Irish Wolfhound Times
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House & garden - Irish Wolfhound 1916

Irish Wolfhound = House & garden - Irish Wolfhound 1916

The Irish Wolfhound Among the symbols of early Celtic history, few possess greater interest to the student of pagan and Christian Ireland than the Irish Wolfhound—the national dog of Ireland.

Of all dogs this giant hound of the Gaels has the most romantic past. A fine type of valor and beauty, he is inseparably associated with the history, romance and legends of Ireland from the earliest recorded days. His fame is celebrated again and'again in the cycles of Finn, while the history and old laws of Ireland mark the value in which the hound was held.

A good description of the Irish Wolfhound was given by Father Hogan about twenty years ago. He traced the breed hack through each century to the year 391 A. D. and said that in that y'ear Flavianus upon his return to Rome from Ireland present ed seven im mense dogs to the Roman consul Quintus Aurelius Symmactus _ to provide barbaric amusement in the arena. It is recorded that all Rome viewed them with wonder.

In the first century,, the King of Ulster and the King of Connaught offered the King of Leinster 6,000 cows and a chariot and horses for a famous Wolf dog and finaJly went to war over its possession. In 930 A. D. the laws of Wales put the value of the Irish dog at twice the value of a work horse and affixed a penalty of its full value. Through hundreds of years these dogs were the most valuable pre sen ts that could be made to Royalty. With the elimination of Wolves early in the eighteenth century, the usefulness of this great dog began to dwindle and about 60 years ago had almost been forgotten. At about that time Capt. Graham, an English sportsman, srcuit-il ,i i.. v. specimens from Sir John Power of Ktlfam and with judicious ovit crossing, brought back the Irish Wolfhound to its original high standard.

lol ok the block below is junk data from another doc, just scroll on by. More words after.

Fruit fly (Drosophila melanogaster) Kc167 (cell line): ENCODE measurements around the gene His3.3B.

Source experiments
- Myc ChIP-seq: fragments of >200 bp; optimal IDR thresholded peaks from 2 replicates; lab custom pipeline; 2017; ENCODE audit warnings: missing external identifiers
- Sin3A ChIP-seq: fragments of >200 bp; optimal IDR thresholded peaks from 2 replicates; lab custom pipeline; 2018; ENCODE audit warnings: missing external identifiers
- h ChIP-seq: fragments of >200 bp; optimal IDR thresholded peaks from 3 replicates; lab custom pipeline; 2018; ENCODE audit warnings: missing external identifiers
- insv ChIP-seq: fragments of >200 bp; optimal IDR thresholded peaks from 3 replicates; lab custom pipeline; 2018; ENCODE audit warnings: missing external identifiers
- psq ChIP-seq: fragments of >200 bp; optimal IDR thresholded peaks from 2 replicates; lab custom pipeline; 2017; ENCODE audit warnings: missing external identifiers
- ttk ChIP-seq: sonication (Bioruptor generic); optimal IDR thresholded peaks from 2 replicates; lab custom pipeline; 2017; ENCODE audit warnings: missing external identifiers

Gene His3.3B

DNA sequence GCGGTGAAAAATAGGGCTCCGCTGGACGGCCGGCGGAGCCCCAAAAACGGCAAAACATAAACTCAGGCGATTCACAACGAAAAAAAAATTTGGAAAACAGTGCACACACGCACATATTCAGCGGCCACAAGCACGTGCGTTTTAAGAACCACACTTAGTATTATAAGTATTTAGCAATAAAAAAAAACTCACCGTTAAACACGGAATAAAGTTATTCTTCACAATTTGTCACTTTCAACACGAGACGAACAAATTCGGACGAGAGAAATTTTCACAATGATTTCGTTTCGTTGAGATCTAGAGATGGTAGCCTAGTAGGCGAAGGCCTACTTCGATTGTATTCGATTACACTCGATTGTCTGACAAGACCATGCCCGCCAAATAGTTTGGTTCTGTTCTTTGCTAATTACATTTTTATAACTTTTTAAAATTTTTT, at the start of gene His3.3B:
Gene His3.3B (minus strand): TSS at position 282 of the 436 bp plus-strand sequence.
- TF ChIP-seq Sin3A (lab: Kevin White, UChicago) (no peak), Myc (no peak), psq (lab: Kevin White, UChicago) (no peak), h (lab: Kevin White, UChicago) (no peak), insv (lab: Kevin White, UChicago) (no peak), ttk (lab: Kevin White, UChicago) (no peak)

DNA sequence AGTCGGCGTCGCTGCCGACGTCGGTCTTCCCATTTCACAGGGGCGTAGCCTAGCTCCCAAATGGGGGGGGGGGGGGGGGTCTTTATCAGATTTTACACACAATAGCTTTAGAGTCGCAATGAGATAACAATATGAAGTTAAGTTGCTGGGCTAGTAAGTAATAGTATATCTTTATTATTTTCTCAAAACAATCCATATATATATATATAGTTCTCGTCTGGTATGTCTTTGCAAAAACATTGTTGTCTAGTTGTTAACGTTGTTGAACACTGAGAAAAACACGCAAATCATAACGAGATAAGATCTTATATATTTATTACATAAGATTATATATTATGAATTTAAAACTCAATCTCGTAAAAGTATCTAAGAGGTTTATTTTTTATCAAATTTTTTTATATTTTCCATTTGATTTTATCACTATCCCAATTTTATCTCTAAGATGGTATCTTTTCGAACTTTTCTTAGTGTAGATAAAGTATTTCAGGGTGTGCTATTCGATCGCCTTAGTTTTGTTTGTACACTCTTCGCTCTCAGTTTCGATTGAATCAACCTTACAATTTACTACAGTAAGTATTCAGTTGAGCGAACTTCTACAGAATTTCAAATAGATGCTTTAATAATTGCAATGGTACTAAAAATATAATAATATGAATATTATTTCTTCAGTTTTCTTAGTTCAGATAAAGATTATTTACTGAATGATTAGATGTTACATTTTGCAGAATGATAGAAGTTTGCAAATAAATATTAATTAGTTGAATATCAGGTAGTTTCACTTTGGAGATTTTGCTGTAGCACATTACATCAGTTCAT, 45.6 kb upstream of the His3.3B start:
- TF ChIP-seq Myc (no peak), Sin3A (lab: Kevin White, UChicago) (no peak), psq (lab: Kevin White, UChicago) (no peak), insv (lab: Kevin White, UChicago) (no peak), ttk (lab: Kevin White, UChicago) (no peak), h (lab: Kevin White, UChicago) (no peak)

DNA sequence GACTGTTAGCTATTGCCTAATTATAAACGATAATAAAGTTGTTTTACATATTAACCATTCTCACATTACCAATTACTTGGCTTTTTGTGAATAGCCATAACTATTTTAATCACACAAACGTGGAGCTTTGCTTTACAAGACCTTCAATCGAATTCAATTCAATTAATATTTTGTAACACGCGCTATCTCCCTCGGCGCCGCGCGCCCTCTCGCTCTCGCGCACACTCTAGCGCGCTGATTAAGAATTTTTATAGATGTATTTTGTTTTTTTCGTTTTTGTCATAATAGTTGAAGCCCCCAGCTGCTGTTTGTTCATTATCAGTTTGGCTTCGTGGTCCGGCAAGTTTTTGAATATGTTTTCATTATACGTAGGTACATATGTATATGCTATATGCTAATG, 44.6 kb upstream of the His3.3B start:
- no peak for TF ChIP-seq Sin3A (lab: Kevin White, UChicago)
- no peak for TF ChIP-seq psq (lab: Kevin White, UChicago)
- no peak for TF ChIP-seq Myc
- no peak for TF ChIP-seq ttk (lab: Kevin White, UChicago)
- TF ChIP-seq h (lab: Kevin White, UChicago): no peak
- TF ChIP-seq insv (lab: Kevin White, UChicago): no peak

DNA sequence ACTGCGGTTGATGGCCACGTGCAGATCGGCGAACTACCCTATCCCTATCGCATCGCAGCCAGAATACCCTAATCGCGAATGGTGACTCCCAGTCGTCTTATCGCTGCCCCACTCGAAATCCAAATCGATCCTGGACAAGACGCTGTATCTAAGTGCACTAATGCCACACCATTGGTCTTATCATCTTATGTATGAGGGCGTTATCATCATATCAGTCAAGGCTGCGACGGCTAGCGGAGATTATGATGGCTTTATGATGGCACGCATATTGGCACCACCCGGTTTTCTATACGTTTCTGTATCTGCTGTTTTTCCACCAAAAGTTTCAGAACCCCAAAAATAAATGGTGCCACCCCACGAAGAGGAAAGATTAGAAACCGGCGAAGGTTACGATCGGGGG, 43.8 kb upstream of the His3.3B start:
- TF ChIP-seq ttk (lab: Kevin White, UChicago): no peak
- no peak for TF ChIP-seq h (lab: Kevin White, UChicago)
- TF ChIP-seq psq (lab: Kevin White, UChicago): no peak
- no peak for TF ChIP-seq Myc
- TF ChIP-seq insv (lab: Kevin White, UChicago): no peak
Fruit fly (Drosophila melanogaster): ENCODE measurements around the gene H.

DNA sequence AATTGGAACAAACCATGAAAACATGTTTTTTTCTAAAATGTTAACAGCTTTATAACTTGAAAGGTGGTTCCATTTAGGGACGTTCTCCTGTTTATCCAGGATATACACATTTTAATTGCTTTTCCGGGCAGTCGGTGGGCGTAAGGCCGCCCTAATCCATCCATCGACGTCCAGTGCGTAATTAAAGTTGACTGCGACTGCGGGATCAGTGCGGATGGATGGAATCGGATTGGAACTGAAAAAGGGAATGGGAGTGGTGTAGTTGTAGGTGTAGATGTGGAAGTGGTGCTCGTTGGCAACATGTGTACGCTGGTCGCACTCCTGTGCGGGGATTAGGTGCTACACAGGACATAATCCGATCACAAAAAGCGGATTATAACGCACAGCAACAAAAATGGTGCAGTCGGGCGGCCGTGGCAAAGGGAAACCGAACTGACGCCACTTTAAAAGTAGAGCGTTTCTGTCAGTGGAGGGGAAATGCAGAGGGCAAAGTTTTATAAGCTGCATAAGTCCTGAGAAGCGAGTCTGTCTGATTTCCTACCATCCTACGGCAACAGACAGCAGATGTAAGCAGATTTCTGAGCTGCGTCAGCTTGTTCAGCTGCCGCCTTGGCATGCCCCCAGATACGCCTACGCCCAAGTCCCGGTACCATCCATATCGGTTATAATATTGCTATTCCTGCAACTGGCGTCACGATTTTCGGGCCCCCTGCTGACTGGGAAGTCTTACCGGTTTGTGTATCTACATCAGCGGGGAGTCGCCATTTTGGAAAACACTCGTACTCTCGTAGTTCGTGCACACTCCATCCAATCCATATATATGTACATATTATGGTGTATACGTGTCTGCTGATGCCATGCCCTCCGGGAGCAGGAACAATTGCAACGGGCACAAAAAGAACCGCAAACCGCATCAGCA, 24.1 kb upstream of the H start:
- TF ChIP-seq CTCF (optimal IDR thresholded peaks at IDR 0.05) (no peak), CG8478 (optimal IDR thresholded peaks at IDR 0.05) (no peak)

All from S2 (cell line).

Fine male dogs weigh from 120 to 160 pounds and measure 30 to 36 inches at shoulder. Females are slighter in build. They have a lovable disposition and absolute loyalty is a strong characteristic. In fact the Irish Wolfhound is a real dog and one that may well be proud of its ancient lineage.

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